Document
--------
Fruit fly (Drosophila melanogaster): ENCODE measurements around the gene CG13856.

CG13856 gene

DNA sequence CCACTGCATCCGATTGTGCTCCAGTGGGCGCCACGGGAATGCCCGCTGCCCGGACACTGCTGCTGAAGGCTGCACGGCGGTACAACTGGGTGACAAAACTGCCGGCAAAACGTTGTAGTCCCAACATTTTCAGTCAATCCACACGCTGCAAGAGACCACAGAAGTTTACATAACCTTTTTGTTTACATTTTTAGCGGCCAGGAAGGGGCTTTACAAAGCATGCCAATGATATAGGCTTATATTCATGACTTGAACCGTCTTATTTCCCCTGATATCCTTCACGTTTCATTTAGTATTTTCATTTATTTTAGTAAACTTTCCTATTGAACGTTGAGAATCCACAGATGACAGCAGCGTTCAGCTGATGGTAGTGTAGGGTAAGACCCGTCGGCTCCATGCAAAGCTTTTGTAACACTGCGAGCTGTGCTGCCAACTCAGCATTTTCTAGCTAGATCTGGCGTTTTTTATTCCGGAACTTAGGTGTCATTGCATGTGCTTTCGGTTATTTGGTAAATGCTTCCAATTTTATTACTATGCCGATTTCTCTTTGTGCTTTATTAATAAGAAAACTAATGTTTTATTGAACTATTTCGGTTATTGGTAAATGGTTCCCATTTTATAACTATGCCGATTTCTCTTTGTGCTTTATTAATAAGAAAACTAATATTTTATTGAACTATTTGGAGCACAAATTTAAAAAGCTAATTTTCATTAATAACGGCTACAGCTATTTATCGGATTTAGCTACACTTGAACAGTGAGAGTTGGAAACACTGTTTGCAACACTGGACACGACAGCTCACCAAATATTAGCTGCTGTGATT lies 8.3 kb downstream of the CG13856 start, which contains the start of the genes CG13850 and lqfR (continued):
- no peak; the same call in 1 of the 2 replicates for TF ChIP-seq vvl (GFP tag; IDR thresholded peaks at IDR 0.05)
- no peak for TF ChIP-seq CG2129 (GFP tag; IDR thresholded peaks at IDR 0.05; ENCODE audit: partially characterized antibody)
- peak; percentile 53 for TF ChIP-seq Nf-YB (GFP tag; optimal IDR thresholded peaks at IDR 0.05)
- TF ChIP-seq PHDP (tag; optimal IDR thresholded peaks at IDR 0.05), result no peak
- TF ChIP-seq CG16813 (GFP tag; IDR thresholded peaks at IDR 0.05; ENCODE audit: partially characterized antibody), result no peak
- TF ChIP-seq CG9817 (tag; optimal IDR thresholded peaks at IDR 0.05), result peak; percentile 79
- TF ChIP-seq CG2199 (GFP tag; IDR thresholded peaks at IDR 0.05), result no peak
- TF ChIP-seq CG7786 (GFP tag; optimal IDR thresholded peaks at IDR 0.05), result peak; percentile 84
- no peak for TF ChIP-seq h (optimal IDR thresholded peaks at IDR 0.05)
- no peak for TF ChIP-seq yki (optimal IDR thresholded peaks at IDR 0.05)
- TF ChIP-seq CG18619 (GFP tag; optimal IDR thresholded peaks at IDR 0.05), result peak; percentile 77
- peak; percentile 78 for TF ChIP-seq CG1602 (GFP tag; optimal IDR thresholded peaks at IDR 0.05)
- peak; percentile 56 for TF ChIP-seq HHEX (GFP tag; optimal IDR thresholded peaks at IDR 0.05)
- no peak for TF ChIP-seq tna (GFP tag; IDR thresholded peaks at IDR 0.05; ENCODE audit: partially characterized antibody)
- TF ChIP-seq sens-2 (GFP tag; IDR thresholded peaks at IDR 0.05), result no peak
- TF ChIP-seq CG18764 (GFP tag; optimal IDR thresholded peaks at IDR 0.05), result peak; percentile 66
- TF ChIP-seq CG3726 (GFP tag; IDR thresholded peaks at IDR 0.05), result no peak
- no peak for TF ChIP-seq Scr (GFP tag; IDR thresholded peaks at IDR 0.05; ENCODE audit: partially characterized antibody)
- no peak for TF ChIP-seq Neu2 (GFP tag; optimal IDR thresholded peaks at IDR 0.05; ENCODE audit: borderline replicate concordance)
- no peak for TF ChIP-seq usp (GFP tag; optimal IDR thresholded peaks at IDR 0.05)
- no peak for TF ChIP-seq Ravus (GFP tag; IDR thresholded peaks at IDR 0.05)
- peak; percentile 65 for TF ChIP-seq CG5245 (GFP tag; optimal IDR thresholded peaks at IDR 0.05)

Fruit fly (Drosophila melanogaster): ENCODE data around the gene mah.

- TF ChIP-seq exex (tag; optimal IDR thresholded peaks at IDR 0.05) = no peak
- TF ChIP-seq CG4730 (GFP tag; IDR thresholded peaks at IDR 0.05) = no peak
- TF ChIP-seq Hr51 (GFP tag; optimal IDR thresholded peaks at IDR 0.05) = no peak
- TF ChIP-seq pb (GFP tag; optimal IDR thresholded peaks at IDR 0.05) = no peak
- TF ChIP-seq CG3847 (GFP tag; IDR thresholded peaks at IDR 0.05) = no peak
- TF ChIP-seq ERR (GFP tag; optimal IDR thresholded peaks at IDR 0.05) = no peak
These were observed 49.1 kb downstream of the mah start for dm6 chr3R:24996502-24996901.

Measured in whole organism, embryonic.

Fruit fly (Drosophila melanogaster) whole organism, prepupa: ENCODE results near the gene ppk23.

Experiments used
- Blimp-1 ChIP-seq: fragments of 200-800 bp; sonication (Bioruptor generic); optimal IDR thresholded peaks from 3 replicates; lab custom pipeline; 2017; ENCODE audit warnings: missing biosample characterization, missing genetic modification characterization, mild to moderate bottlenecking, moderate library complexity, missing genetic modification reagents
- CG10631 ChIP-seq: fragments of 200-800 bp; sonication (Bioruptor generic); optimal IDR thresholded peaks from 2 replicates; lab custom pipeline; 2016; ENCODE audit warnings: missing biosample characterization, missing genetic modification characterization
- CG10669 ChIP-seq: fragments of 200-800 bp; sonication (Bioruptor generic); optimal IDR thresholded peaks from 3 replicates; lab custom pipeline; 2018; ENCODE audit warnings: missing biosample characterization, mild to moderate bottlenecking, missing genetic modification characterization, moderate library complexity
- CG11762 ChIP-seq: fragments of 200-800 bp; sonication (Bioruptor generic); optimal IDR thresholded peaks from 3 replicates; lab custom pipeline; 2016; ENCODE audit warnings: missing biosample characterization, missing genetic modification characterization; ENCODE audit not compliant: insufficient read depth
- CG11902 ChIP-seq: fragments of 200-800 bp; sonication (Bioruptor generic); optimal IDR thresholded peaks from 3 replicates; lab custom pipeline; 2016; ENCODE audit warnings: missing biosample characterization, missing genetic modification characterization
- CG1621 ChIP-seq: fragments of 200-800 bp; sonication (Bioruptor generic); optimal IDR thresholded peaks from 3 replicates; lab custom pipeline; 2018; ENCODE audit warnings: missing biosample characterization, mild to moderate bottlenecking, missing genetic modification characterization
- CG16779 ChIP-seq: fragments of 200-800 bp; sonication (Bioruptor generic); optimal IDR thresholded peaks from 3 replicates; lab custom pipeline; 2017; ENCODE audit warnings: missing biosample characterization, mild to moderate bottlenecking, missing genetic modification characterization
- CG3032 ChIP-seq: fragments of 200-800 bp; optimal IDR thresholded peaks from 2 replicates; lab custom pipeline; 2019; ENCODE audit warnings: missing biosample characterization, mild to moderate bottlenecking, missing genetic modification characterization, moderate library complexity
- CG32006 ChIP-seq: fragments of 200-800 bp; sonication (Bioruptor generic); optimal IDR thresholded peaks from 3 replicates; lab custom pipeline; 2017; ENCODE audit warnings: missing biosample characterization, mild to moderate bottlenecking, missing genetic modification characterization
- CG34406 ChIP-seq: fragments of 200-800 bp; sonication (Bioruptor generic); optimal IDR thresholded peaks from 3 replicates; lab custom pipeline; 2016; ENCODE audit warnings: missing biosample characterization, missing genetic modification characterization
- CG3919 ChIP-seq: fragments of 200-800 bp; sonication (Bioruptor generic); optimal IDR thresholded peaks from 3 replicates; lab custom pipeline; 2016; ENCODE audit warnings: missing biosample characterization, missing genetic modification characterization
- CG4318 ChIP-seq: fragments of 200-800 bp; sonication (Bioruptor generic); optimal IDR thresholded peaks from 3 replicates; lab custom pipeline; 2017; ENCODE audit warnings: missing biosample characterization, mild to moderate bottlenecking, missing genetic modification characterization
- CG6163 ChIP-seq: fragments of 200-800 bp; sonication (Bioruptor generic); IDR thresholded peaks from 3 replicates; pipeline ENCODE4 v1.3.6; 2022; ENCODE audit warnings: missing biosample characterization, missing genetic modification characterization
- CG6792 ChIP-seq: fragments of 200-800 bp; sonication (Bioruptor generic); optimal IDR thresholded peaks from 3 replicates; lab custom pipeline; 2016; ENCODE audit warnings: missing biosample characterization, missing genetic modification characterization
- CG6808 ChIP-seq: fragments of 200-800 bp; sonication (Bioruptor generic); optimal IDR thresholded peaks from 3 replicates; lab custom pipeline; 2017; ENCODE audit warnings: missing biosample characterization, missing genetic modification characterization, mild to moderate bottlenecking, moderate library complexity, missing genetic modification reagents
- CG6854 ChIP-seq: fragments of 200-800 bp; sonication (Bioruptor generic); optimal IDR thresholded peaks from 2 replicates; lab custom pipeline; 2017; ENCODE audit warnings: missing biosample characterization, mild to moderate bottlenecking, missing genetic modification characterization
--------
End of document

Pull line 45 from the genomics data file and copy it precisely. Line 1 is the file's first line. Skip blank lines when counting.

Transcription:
- CG32006 ChIP-seq: fragments of 200-800 bp; sonication (Bioruptor generic); optimal IDR thresholded peaks from 3 replicates; lab custom pipeline; 2017; ENCODE audit warnings: missing biosample characterization, mild to moderate bottlenecking, missing genetic modification characterization